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Pre-Sidedress Nitrate Testing: Is it Valuable on Your Farm?

Pre-Sidedress Nitrate Testing: Is it Valuable on Your Farm?
If you are livestock farmer applying manure regularly, you might consider this.

Nitrogen is an elusive nutrient. It can move and change forms. There are also many sources of nitrogen for your corn crop and many methods in which it can be applied. Some soils have more N naturally available, and previous crops can provide N as well.

After all this, how does one determine how much is needed?

Rate trials, university recommendations, and universal experience determine the amount applied in most fields. Results are quantified in crop appearance, tissue analysis and yield. Still, there is a desire to fine-tune rates.

Pre-Sidedress Nitrate Testing: Nitrogen is essential for profitable corn yields but if you are using livestock manure as fertilizer you may not need to use as much anhydrous ammonia while sidedressing.

The Pre-Sidedress Nitrate Test, or PSNT, is one of those tools slowly gaining ground in determining the needed rate of applied N. This test will measure residual nitrogen from the previous crop, soil type, and prior applied N, whether as commercial fertilizer or manure.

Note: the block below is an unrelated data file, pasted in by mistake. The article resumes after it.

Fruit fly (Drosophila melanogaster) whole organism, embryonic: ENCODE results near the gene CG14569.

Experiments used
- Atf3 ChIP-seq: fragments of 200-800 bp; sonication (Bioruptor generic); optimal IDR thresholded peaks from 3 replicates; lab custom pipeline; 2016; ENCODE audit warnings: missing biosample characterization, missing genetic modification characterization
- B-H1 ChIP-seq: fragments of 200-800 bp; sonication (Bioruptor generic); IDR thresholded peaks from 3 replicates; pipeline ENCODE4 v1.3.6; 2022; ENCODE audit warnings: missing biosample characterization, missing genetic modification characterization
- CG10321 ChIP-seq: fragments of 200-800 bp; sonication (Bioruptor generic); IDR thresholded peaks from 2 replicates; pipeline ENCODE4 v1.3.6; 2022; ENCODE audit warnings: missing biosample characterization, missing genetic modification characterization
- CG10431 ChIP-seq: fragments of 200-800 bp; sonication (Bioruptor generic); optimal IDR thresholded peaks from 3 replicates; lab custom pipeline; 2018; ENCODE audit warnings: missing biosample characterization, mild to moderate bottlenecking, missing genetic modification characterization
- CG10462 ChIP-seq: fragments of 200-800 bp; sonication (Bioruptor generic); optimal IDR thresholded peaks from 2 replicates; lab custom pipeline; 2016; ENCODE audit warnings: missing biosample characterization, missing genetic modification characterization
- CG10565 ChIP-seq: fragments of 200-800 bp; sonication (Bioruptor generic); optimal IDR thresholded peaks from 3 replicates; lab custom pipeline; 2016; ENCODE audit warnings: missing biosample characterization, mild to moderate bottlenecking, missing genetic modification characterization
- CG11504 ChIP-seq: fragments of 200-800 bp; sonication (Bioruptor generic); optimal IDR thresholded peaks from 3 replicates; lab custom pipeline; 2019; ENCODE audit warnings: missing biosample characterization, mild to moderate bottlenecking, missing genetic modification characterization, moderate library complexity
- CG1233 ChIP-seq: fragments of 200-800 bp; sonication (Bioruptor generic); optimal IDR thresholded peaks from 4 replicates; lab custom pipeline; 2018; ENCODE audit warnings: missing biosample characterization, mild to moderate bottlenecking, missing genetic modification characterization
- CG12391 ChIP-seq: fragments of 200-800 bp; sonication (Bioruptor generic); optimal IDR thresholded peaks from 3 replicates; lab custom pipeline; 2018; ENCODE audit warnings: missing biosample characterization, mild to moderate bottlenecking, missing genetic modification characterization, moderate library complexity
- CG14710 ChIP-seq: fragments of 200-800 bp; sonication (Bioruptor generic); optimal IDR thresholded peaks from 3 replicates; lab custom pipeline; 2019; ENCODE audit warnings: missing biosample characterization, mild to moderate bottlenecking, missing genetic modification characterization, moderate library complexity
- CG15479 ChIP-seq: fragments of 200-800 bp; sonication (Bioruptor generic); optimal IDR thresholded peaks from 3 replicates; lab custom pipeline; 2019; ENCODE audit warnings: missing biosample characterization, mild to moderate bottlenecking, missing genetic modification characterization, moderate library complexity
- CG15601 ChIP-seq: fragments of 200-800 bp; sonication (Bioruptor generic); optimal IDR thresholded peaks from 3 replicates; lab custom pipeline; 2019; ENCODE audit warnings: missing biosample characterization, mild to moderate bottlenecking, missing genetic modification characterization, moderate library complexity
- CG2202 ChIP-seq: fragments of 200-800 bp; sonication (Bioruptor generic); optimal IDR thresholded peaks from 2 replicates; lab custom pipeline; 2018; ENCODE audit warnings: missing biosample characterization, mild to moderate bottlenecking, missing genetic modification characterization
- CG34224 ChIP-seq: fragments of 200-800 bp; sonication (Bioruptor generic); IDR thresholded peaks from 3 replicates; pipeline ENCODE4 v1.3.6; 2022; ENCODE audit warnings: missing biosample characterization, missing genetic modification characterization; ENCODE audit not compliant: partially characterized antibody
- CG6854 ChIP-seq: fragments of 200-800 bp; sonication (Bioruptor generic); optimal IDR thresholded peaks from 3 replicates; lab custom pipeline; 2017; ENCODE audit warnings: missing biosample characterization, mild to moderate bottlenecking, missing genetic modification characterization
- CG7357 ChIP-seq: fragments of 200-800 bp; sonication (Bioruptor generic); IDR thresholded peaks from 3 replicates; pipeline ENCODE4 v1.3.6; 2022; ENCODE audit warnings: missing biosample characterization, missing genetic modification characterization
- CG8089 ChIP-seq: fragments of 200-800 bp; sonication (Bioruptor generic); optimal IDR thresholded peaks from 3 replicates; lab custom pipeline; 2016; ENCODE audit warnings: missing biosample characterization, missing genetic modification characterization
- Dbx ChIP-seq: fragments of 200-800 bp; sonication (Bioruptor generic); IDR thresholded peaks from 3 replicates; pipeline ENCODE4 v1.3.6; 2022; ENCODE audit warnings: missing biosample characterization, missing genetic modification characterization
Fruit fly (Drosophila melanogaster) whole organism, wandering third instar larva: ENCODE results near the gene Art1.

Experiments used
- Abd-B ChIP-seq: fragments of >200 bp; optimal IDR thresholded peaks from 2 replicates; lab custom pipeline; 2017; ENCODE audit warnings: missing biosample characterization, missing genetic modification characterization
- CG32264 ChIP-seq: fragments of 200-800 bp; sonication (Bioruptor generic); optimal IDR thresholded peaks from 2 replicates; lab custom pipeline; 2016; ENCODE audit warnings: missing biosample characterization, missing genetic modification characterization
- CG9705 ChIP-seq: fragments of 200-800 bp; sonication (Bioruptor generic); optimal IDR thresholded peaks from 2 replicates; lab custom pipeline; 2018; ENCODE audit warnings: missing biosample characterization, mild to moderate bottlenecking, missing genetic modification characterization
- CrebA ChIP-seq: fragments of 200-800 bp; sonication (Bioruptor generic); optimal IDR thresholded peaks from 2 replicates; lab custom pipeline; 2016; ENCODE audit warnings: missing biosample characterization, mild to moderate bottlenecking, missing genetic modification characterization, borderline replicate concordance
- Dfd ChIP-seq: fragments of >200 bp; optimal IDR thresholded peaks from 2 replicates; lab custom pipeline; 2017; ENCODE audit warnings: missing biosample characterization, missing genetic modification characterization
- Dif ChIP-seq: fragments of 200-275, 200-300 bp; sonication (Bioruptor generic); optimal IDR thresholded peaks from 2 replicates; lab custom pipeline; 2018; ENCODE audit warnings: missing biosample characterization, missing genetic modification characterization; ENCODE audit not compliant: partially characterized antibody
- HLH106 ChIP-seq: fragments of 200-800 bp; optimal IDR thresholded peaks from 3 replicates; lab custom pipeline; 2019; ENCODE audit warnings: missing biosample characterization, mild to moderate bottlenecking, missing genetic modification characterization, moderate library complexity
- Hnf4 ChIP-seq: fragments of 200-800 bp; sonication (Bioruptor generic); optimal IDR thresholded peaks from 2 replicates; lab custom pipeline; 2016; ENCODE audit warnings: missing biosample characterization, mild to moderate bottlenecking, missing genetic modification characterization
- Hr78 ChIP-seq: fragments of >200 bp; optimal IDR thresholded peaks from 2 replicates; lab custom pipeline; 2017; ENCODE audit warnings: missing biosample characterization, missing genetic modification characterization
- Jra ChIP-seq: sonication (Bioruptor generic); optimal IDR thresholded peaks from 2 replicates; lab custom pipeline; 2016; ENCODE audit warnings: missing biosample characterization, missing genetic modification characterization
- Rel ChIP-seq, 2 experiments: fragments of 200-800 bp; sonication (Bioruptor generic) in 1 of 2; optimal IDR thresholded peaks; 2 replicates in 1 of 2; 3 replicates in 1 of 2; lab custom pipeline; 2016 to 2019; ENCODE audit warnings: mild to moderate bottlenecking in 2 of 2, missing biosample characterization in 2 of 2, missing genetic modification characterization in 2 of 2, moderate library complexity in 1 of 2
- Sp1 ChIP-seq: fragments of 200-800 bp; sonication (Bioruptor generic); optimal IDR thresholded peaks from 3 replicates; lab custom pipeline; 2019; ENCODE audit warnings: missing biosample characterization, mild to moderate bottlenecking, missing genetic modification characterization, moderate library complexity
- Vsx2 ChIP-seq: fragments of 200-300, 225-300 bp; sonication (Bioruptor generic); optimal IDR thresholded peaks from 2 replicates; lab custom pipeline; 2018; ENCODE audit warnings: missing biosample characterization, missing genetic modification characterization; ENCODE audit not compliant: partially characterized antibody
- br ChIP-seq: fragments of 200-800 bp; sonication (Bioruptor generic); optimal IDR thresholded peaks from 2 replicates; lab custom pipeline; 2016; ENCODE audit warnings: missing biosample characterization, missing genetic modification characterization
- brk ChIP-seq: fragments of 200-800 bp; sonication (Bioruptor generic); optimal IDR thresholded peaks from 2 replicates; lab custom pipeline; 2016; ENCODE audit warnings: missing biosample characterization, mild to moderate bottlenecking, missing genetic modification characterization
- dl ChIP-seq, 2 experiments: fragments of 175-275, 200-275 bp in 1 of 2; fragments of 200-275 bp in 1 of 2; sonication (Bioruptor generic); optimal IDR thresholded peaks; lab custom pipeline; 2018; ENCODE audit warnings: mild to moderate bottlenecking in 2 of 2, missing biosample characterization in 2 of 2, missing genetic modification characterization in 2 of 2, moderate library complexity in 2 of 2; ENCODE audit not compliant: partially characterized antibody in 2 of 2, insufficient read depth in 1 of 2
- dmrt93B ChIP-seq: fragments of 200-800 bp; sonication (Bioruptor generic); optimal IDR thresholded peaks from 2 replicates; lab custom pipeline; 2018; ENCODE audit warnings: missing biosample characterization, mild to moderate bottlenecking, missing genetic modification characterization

Related: Edge Nitrogen Out of Water

Fields that particularly benefit from this testing are those where manure or other organic fertilizers have been applied, according to the Purdue Cooperative Extension Service.  Springs with heavy rainfall seem to generate use of this testing to estimate the loss of pre plant nitrogen that was applied.

Danny Greene, of Greene Crop Consulting in central Indiana, says this is a timely application. Turn-around time on samples is generally less than a week, Greene says, but emphasizes that it is a busy time for all parties; farmers, consultants and the lab.

Timing is important. Soil samples should be collected when corn is in the 4 to 6 leaf stage, according to Purdue Extension.  Keep in mind that these nitrogen results are only a snapshot of a particular point in time.

Related: Corn Nutrition, Nitrogen Use Varies Between Fields

Once the results are obtained, weather conditions after the sample were taken should be considered also, as they can change the status of nitrogen in the ground.

While grid sampling is generally too expensive, most samples are based on the variability within the field.  "If we have soil types that differ in organic matter, we prefer to separate them," Greene says.

If you apply manure regularly to your fields, PSNT is worth asking your crop consultant about.

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